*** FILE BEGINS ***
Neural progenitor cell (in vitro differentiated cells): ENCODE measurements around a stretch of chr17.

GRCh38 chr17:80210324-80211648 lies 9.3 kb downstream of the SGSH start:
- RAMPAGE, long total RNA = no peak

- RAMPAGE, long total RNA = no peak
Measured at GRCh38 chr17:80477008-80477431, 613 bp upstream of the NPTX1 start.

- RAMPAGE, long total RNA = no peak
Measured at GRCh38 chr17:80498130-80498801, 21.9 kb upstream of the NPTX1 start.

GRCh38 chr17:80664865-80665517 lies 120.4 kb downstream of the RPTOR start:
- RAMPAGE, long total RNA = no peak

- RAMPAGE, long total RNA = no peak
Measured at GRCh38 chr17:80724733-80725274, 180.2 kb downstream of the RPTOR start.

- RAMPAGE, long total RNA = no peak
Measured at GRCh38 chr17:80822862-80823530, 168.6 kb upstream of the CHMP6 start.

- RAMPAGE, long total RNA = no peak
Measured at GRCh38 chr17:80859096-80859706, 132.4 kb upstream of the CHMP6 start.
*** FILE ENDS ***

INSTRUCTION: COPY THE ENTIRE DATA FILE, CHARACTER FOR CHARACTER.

Neural progenitor cell (in vitro differentiated cells): ENCODE measurements around a stretch of chr17.

GRCh38 chr17:80210324-80211648 lies 9.3 kb downstream of the SGSH start:
- RAMPAGE, long total RNA = no peak

- RAMPAGE, long total RNA = no peak
Measured at GRCh38 chr17:80477008-80477431, 613 bp upstream of the NPTX1 start.

- RAMPAGE, long total RNA = no peak
Measured at GRCh38 chr17:80498130-80498801, 21.9 kb upstream of the NPTX1 start.

GRCh38 chr17:80664865-80665517 lies 120.4 kb downstream of the RPTOR start:
- RAMPAGE, long total RNA = no peak

- RAMPAGE, long total RNA = no peak
Measured at GRCh38 chr17:80724733-80725274, 180.2 kb downstream of the RPTOR start.

- RAMPAGE, long total RNA = no peak
Measured at GRCh38 chr17:80822862-80823530, 168.6 kb upstream of the CHMP6 start.

- RAMPAGE, long total RNA = no peak
Measured at GRCh38 chr17:80859096-80859706, 132.4 kb upstream of the CHMP6 start.